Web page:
As well as the individual speakers presenting their research and experiences at the Liberating the Curriculum (LTC) symposium, there was also a panel of students and staff/speakers who discussed their own thoughts and reactions to the talks. Opening up the discussion led to some valuable stories and insights from our panel, whose individual experiences make for compelling viewing.
Our first video is an extract from a story that Maihma shared about her father’s experience in A&E.
Personally I found this to be a valuable reminder that people’s needs and priorities can vary significantly, and gaining informed consent should really include all the information about what will happen – not purely what you consider to be relevant. You can never be sure what people’s main concerns will be until you have actually asked them!
Mahesh then went on to raise a concern that he had over the provision of dermatology teaching at UCL using almost exclusively pictures of conditions in white skin. As he rightly points out, dermatology is a very visual specialty. It is generally far more difficult for myself and my medical student peers to identify a condition if you’ve never seen it on a darker skin colour before, and it is easy to imagine scenarios where this could result in poorer outcomes for darker skinned patients.
In addition, Mahesh touches on another source of healthcare inequalities. There is a whole other post that could be written about the lack of an adequate evidence base for many medical therapies in various ethnic groups, as well as in women, due to lack of female and minority ethnic participation in clinical trials. From personal experience, this phenomenon is poorly covered throughout pre-clinical and clinical years.
On a similar note, Amali gives her perspective as an obstetrician and gynaecologist on the role of feminism and the relevance of respecting women’s decision making, especially considering the historic female lack of bodily autonomy. Alongside this point she also mentions how many medical guidelines are based more on observational rather than scientific evidence. My take on this was that it shows not only the importance of respecting female autonomy (and patient autonomy in general), but also that as medical students we should really be considering how much of the ‘received wisdom’ that we learn from other medical professionals is actually based in fact.
The clip below shows Jayne discussing why it is important to create representation for marginalised groups at medical school and within the profession as a whole. Jayne explains here the role for visible groups and mentors, in this case for LGBT+ students, so that there is someone that they know they can go to if they experience problems or simply want to talk. Equally, it can also lead to people from these marginalised groups forming connections that can help to counter the influence of the ‘boys’ club’ of largely white, straight men, an unwritten source of power that excludes many people.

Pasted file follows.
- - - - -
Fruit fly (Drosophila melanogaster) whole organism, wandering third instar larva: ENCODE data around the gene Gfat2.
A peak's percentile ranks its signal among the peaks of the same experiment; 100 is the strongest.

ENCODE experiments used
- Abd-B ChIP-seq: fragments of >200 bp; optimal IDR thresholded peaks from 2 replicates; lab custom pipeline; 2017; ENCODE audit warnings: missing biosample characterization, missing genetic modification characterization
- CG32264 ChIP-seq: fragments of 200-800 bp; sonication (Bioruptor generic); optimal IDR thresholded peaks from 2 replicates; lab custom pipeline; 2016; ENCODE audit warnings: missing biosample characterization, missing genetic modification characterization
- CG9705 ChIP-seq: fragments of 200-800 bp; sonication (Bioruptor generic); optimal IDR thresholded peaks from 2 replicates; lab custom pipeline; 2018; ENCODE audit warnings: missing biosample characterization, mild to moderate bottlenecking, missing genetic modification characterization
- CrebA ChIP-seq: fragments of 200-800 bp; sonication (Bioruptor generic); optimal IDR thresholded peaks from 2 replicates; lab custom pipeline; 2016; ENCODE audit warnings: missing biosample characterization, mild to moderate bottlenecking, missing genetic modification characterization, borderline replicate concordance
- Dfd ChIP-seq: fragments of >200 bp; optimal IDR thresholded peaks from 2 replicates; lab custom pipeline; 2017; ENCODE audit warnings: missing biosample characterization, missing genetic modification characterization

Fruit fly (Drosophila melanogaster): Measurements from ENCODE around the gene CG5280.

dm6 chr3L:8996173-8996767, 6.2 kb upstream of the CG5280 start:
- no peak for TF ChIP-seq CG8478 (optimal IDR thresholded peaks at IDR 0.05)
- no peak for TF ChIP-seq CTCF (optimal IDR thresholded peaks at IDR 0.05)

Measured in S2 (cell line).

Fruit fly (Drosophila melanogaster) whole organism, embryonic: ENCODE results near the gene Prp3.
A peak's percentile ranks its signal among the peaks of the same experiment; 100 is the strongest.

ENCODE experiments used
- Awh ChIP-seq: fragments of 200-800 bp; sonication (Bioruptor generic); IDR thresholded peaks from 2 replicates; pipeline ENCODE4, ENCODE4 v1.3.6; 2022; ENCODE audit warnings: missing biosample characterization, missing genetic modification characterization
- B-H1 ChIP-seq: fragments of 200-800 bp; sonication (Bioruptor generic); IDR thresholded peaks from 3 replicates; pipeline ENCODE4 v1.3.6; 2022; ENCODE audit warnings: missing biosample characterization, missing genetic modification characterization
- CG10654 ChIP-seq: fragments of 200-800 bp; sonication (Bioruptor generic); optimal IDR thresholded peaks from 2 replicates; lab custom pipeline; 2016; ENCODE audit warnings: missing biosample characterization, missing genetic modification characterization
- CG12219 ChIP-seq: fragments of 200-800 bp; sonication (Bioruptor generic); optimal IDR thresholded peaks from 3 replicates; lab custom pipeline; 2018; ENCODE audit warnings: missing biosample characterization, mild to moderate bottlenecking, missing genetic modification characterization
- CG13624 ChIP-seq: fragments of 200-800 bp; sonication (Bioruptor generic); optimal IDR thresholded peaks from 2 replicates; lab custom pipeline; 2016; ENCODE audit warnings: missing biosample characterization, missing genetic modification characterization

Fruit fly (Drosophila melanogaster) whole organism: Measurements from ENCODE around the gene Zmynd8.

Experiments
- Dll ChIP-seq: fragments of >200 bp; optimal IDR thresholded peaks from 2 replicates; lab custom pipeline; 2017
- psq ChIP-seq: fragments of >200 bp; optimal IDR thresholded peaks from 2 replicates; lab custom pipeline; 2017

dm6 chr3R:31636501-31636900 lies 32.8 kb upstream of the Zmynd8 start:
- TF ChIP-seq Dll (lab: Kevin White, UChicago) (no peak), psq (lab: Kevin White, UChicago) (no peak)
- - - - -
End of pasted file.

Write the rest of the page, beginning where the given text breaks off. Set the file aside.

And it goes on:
It seems from the discussion in the video below that the roots of this power structure are present as early as the start of medical school. Thamani, the student chair of the panel, shared a story commenting on the fact that often, the friendships formed at medical school seem to fall within ethnic groups. Katherine, who spoke earlier about bias in assessment and opportunity for BME doctors, agreed – she mentions her research looking at friendship groups formed in early years at medical school that found that people were more likely to be friends with people from their own ethnic background. How to go about countering this trend, or at least broadening the range of people that medical students interact with, is therefore something that I think both the medical school and we as students should be thinking about.
Faye finishes off this series of videos with a call to action for medical students at UCL and other universities to build on the work already being done to change the curriculum. Although the panel have discussed some areas for improvement, the LTC initiative and the positive aspects of the current curriculum are already a huge step forward in the education of UCL medical students and there is a lot to be proud of.
By Gemma Wells and Maihma Lamba